JetBlue’s president on how the new London service is going, and what’s next
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JetBlue’s first foray across the Atlantic has been years in the making. As the worst of the pandemic receded and the vaccine first became available, it seemed almost perfectly aligned for the New York-based airline to launch its first routes to London.
As the airline announced service from New York to both London Heathrow and Gatwick (with service from Boston delayed until 2022) and began planning for the routes, things quickly changed. The delta variant spread around the U.K. and then the U.S., with cases, hospitalizations, and deaths surging as the vaccine drive began to stall. The U.S. remained closed to many foreign visitors, while the U.K. continued to impose a 10-day quarantine on Americans, regardless of vaccination or test status.
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Weeks before it was scheduled to begin flying to London Heathrow with its brand new Airbus A321LR fleet, with no sign of a reopening, JetBlue pared back its service from daily to 4 times a week. But then, days before the inaugural in August, the U.K. began to allow vaccinated, negative-testing visitors from the U.S. and other countries to skip the quarantine. In September, as JetBlue prepared to begin flying to London Gatwick, as well, the U.S. announced a scheduled reopening of its borders in November.
The launch of JetBlue’s London service came during turbulent times. But the airline’s president, Joanna Geraghty, said that things are looking very, very up.
“The day that the Biden administration announced they were lifting 212(f)” — the restriction on foreign visitors to the U.S. — “we saw a 500% increase in bookings” on the London routes, Geraghty told TPG during an interview at the International Air Transportation meeting in Boston this week.
“We think the level of pent-up demand is akin to probably what we saw [domestically] this summer.”
It’s good news for the entire airline industry, and while the transatlantic routes make up just a fraction of JetBlue’s overall network, it’s a positive sign considering the high importance the airline has placed on the flagship service.
“Given 212(f) was still in place, [load factors] where definitely nowhere near what we’d like them to be,” Geraghty told TPG last week, ahead of the inaugural Gatwick flight. “So we’re really excited about what the holiday period looks like.”
Geraghty confirmed that the airline plans to restore its schedule to include daily service to both Heathrow and Gatwick in November, making the more-frequent capacity available.
With the launch, JetBlue has been marketing aggressively to both leisure and business travelers originating in the U.K., courting travel agents and corporate travel managers. For instance, Geraghty and JetBlue corporate employees flew to London on the Gatwick inaugural, then spent several days networking and pitching the carrier.
“We’re certainly spending more energy in the U.K. originating piece just because our brand isn’t as well-known over there, so that’s where we’re kind of doubling down,” Geraghty said during the interview at IATA. “On the U.S. side, think small, medium businesses, similar to our Mint strategy.”
“And there’s also the high-value leisure customer,” she added. “As we think about exiting the pandemic, there’s most certainly, I think, a willingness for customers to maybe spend a little more on, you know, a better experience as they start returning to travel again.”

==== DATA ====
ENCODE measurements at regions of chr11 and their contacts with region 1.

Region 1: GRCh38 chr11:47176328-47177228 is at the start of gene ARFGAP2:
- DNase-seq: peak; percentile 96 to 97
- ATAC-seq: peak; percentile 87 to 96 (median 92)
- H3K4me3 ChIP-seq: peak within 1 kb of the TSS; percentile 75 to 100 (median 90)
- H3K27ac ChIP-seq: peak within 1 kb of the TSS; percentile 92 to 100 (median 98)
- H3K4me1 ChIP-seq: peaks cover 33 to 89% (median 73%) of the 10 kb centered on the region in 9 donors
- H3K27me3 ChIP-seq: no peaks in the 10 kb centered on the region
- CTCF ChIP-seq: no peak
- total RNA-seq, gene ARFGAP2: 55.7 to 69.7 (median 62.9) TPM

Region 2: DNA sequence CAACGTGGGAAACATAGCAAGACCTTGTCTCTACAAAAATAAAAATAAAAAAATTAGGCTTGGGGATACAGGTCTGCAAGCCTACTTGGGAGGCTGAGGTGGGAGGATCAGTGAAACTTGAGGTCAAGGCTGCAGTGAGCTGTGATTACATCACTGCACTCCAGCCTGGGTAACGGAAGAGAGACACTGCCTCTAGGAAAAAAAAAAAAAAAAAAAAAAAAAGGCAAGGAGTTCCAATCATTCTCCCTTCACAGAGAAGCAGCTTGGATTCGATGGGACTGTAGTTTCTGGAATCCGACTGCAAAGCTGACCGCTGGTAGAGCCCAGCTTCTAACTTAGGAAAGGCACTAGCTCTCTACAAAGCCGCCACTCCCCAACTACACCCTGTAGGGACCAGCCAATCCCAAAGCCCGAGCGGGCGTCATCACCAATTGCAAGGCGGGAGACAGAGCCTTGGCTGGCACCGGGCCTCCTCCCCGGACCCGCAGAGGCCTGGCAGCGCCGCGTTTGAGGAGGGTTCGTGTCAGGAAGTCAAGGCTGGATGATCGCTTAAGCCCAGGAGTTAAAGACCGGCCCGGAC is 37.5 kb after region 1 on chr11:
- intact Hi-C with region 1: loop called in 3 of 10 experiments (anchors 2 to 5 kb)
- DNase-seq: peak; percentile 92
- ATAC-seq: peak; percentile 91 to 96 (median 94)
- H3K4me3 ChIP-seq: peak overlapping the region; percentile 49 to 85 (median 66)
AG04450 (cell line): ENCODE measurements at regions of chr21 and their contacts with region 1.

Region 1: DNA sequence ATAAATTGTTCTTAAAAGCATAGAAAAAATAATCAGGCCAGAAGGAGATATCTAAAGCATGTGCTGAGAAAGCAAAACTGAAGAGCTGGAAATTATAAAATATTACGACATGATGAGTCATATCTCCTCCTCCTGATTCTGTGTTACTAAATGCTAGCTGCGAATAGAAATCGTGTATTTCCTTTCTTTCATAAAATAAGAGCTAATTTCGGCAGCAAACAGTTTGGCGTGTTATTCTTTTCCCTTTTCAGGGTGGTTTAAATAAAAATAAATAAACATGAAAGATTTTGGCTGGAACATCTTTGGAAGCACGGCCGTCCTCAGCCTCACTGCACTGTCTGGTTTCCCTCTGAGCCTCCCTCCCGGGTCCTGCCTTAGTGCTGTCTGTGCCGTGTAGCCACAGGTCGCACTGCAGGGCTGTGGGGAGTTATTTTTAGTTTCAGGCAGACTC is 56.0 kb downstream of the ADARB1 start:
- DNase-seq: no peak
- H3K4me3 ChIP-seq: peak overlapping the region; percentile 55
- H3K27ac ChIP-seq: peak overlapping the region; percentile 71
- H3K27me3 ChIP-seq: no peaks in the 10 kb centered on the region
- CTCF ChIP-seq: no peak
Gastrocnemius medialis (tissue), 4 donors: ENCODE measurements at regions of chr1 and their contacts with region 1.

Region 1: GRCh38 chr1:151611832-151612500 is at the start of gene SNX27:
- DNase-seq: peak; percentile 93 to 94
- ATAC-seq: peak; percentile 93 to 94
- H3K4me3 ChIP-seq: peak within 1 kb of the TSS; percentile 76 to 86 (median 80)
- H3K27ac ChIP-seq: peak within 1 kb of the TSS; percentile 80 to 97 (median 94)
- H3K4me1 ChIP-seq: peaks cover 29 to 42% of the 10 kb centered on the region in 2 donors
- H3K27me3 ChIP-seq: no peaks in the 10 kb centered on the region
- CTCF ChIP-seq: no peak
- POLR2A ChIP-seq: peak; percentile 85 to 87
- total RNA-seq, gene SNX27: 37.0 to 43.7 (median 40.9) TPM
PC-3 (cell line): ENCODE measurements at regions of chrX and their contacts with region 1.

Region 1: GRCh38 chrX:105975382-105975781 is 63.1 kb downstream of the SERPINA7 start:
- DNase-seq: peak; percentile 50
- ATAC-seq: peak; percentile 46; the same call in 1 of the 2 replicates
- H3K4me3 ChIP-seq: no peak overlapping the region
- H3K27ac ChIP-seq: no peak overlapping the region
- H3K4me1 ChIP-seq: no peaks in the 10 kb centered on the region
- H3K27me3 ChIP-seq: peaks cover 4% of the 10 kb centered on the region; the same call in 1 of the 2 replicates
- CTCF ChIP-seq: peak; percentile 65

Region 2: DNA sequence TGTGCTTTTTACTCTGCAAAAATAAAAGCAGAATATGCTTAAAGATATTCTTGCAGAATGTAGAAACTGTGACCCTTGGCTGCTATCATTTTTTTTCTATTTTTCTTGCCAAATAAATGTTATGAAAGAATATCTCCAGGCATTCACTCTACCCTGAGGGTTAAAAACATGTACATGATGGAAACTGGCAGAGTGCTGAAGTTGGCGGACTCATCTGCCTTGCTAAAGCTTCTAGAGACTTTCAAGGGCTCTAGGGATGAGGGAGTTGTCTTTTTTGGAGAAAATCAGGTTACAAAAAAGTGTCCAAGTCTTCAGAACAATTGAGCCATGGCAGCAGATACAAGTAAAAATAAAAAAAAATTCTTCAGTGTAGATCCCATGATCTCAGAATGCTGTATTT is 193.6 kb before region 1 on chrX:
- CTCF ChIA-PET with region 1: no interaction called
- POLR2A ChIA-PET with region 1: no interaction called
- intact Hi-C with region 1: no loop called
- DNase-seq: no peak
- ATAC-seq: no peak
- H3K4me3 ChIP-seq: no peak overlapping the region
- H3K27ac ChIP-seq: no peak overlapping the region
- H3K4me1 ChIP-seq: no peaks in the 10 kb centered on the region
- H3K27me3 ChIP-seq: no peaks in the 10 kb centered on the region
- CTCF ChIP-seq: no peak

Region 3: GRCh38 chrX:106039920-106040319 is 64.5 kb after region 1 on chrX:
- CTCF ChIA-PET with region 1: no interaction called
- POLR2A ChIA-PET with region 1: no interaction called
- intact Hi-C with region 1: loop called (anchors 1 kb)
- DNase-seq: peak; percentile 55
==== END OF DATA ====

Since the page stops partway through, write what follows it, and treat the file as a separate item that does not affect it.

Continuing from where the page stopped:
Key to those markets, Geraghty said, is offering a premium product that, while not cheap, can be less expensive than business class on traditional airlines.
“First class, premium, has often been the cabin that people couldn’t access because it wasn’t affordable,” she said. “And so we’ve disrupted with Mint going to the west coast, it’s now accessible, it’s affordable for small, medium businesses that don’t have large corporate contracts. Same with as we go to London.”
While the airline plans long-term to market its all-in-one JetBlue Vacations packages in the U.K. market, the priority right now is just building brand recognition in the U.K. and increasing the airline’s foothold in the British market.
“Right now, we’re very much focused on building our brand in the U.K., launching service, and then continuing to kind of increase levels of service,” including with the Boston launch in 2022 (JetBlue has not announced which airport or airports in London would see the service from Boston).
As London takes off, JetBlue is already starting to set its sights further abroad.
“If you think about the range of the -321LR, think Western Europe, and think: where we do well tends to be overpriced markets where service is inferior. So longer-term, could it be Amsterdam, Paris, or Dublin? Those are some of the locations that I think the plane would do well from a range perspective,” Geraghty said.
With 13 of the even more extended range A321XLR in its order book, with the first scheduled for delivery at the end of 2024, the airline could extend even deeper into Europe, Geraghty added.
“That will give us greater access into central and Eastern Europe.”
As far as connecting additional U.S. cities to Europe, Geraghty said that the airline is focusing on its hubs — at least for now.
“For now, it’s New York and Boston. Whether that could extend to other destinations, possibly, but when you think about the LR and the performance range, New York and Boston are sort of the sweet spots for that aircraft.”
Featured photo by David Slotnick/The Points Guy
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